Monday, August 15, 2016

Talking the time to talk over tea: cooking for colleagues

Sharing a meal with a colleague can be therapeutic.

Something’s cooking at SAT and we need your help. 

The idea for this project came about when one of us was travelling home from a colleague’s funeral. Being a veterinarian can be a very tough job. Being a new graduate is uniquely stressful which is why there are excellent mentoring schemes, like various university mentoring programs for final year students (of which I am involved with one), and the Australian Veterinary Association’s mentoring scheme.

Being an experienced practitioner brings its own stressors, whether these are practice ownership, the ever increasing complexity of life, burnout or higher expectations of ourselves or others. While there are now some support structures for veterinary students and recent graduates, experienced practitioners may feel very isolated at times. Sometimes the best thing you can do is drop in for a cuppa with a colleague. A problem shared is a problem halved. A problem shared over food is a problem minus hypoglycaemia, which is bound to be better. Being stressed is bad enough, but everything’s worse when you’re hangry.

Imagine being greeting by these stuffed peppers after an intense evening of consults.
So “we” got the idea of collecting recipes and are building an editorial team. (We so far being myself, veterinary nurse and cook Asti May and an editorial team including veterinarian and food blogger Dr Deepa Gopinath).

Not everyone is a card-carrying chef, but there are a few people out there with a recipe or two up their sleeve. Something that makes them or others feel better. Something that’s fun to prepare for and/or with others. Something that gives you strength to get through the next massive procedure or session of consults. Something to bring people together (even those who, like one of the editors, are not known for their cooking). The aim is to raise awareness of the need to look out for each other, promote collegiality, have a fun and yes, enjoy some feel-good-calories along the way.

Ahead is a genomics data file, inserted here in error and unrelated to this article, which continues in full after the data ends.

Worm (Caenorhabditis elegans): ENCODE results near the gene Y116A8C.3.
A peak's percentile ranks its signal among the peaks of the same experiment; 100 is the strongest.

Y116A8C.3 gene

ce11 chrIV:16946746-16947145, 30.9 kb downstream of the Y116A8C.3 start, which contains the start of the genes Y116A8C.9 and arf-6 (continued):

The aim is to compile and then publish this collection in some form, that form to be determined by the volume and nature of contributions received.

  • We’re looking for original recipes, but you’re welcome to share variations on known recipes. Please don’t copy any recipes out of books or other sources (e.g. online), and please acknowledge the inspiration behind any recipes (e.g. “adapted from…);
  • Non-vets are welcome to contribute – we’ve already had some interest from clients, friends and family of vets;
  • Try to keep it simple (not everyone is going to have edible flowers or gold leaf handy);
  • Co-written contributions welcome and encouraged;
  • Context is important. If you happened to learn this recipe when chatting to a client over a field surgery or because someone gifted you a tonne of pumpkins for treating their cat, please share the story! If it tastes best when consumed in front of a fire after (or before) a ten-hour shift, we need to know!
  • If it doesn’t fit into a category we can always make another category.

  • Treats to have with a cuppa
  • Things you can whip up in the staff room to boost morale between consults
  • Main meals and accompaniments
  • Snacks to get you through the day
  • More substantial dessert-type-treats & special occasions
  • Special occasions
  • Food for non-human companions
  • Veterinary themed snacks (because we know there will be endless variations of the cat litter tray cake…)
  • Non-alcoholic beverages

I am assured these beauties were simple to make.
To submit, simply email vetcookbook [at] and we will send you a submission template. Just follow the very simple formatting guidelines and send in by December 31.

We’re asking for a photo (or several) to accompany the recipe. Photos are even better if they include a) vets, nurses or vet students cooking; b) a serving suggestion (e.g. with matching beverage); c) animals. We fully acknowledge that this requirement may mean you need to make your dish, share it with friends and colleagues and enjoy yourself. Hurrah! There needs to be more of this in this world.

Once Phase 1 (the gathering of recipes) is complete we’ll move into Phase 2 which is turning this into a book. Any proceeds will be donated to veterinary mental health charities.

We’re really excited about this project and hope to bring you some updates and sample recipes soon.